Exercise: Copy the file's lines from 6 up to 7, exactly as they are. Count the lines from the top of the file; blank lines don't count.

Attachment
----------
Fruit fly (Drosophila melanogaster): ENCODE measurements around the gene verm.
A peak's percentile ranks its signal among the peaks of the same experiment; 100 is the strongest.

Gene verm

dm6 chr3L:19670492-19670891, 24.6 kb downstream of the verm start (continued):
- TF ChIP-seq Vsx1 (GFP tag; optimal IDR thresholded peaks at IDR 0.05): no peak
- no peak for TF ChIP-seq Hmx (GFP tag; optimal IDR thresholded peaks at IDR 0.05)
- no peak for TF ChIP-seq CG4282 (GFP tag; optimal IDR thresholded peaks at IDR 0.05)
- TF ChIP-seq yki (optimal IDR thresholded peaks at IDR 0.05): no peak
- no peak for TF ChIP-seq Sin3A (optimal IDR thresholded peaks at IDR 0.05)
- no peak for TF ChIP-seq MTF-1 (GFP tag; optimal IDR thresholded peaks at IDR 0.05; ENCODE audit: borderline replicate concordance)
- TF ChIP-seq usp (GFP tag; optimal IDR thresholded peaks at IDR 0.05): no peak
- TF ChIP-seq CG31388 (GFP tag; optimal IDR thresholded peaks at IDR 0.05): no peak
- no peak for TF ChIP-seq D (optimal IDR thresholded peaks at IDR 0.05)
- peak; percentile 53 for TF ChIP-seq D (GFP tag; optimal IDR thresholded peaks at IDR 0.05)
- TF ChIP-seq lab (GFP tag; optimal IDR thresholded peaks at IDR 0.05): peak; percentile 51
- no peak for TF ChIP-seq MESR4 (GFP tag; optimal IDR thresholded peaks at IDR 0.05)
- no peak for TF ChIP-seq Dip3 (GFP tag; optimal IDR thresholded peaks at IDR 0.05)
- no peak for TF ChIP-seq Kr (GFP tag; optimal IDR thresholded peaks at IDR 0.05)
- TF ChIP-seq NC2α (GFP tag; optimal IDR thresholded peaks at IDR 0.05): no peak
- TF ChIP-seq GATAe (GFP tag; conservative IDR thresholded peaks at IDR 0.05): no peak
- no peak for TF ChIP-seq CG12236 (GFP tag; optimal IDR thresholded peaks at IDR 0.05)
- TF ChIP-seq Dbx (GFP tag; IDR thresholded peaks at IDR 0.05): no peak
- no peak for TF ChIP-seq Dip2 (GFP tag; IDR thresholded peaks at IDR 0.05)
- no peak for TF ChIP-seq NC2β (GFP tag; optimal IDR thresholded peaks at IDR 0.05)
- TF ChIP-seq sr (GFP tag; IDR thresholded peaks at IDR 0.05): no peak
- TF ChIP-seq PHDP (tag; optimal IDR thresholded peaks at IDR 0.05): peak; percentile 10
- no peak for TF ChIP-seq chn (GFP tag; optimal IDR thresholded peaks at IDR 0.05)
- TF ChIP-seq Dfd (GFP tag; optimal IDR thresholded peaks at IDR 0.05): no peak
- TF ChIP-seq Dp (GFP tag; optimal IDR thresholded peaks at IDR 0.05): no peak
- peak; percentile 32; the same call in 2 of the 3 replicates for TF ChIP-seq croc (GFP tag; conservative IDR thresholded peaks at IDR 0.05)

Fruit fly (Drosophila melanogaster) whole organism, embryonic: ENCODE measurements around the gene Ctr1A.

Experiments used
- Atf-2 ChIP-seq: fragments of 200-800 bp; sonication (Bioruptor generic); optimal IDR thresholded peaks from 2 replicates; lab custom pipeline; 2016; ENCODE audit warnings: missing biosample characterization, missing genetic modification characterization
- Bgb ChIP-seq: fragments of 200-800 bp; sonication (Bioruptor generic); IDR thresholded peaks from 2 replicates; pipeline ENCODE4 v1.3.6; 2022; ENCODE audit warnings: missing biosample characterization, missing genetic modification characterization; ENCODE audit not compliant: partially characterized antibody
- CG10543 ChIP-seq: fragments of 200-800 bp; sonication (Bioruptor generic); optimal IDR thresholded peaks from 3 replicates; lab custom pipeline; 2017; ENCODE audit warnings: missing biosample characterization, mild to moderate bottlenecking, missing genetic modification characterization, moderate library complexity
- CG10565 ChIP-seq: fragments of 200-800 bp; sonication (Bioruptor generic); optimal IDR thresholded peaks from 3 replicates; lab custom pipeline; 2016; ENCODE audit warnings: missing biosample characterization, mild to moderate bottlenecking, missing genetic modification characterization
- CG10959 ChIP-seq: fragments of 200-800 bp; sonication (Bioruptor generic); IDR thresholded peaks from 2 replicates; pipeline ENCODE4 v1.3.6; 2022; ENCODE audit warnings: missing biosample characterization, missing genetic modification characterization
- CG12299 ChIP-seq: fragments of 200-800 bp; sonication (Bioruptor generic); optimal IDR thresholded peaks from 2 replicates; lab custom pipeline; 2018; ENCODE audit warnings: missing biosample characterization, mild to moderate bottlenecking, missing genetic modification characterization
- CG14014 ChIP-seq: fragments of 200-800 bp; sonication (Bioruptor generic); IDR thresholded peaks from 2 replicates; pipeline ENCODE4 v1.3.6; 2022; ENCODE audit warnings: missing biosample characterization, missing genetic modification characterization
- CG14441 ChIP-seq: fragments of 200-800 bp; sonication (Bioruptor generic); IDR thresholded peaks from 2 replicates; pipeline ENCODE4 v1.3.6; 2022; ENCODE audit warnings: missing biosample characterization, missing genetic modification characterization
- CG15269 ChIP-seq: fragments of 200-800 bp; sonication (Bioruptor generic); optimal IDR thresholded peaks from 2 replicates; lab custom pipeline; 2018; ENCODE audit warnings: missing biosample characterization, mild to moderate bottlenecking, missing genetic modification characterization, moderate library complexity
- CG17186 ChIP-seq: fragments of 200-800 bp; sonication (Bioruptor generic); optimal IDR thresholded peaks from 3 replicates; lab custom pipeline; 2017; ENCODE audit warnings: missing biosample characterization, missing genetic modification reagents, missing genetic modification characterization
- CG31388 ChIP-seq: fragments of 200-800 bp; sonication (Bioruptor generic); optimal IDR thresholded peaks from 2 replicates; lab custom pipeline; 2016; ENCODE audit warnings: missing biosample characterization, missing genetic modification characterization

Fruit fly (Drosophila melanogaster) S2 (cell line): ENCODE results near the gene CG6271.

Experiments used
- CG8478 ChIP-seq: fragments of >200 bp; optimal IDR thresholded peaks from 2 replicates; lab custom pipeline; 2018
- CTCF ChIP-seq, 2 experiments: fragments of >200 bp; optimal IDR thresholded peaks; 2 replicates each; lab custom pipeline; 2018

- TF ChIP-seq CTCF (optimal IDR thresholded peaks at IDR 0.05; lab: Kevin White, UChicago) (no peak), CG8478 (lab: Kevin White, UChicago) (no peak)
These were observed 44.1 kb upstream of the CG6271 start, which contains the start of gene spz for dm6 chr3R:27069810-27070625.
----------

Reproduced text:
- no peak for TF ChIP-seq Hmx (GFP tag; optimal IDR thresholded peaks at IDR 0.05)
- no peak for TF ChIP-seq CG4282 (GFP tag; optimal IDR thresholded peaks at IDR 0.05)